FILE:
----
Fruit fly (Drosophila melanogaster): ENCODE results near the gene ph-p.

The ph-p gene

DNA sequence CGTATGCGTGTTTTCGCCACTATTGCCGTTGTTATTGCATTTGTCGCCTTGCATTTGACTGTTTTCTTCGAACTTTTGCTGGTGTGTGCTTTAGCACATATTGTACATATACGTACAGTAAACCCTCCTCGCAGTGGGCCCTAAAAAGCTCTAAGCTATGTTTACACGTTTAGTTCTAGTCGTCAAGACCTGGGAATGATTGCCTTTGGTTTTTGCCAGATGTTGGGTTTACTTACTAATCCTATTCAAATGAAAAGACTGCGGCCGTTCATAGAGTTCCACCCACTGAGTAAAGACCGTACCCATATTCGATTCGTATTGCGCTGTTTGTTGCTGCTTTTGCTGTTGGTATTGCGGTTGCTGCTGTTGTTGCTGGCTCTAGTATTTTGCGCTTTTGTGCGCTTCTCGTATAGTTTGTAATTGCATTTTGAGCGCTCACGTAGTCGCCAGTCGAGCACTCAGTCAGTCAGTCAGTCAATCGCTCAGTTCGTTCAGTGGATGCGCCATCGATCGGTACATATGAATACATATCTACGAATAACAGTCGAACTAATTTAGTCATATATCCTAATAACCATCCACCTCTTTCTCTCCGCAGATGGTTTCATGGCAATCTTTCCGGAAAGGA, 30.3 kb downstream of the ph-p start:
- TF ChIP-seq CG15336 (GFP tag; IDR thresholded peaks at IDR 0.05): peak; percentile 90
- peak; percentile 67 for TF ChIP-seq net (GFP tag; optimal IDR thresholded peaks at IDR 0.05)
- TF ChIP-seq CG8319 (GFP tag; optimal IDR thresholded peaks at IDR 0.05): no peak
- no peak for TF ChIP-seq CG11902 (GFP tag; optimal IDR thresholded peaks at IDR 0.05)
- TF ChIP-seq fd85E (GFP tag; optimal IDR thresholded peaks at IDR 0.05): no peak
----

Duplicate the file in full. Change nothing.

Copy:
Fruit fly (Drosophila melanogaster): ENCODE results near the gene ph-p.

The ph-p gene

DNA sequence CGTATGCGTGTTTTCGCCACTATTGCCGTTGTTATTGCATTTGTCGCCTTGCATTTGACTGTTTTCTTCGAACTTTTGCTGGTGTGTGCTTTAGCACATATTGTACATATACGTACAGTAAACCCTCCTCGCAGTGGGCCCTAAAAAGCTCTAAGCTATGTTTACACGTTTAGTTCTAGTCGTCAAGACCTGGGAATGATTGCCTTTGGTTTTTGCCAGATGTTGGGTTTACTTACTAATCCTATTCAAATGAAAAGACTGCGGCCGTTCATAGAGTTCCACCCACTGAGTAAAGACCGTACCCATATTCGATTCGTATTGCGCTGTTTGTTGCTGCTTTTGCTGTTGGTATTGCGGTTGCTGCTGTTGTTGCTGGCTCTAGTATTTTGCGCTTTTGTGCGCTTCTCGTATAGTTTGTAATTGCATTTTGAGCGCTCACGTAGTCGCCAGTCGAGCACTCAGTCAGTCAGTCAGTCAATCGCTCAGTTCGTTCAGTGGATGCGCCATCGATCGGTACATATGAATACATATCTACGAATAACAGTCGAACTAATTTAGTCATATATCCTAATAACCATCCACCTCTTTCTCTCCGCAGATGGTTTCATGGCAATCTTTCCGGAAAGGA, 30.3 kb downstream of the ph-p start:
- TF ChIP-seq CG15336 (GFP tag; IDR thresholded peaks at IDR 0.05): peak; percentile 90
- peak; percentile 67 for TF ChIP-seq net (GFP tag; optimal IDR thresholded peaks at IDR 0.05)
- TF ChIP-seq CG8319 (GFP tag; optimal IDR thresholded peaks at IDR 0.05): no peak
- no peak for TF ChIP-seq CG11902 (GFP tag; optimal IDR thresholded peaks at IDR 0.05)
- TF ChIP-seq fd85E (GFP tag; optimal IDR thresholded peaks at IDR 0.05): no peak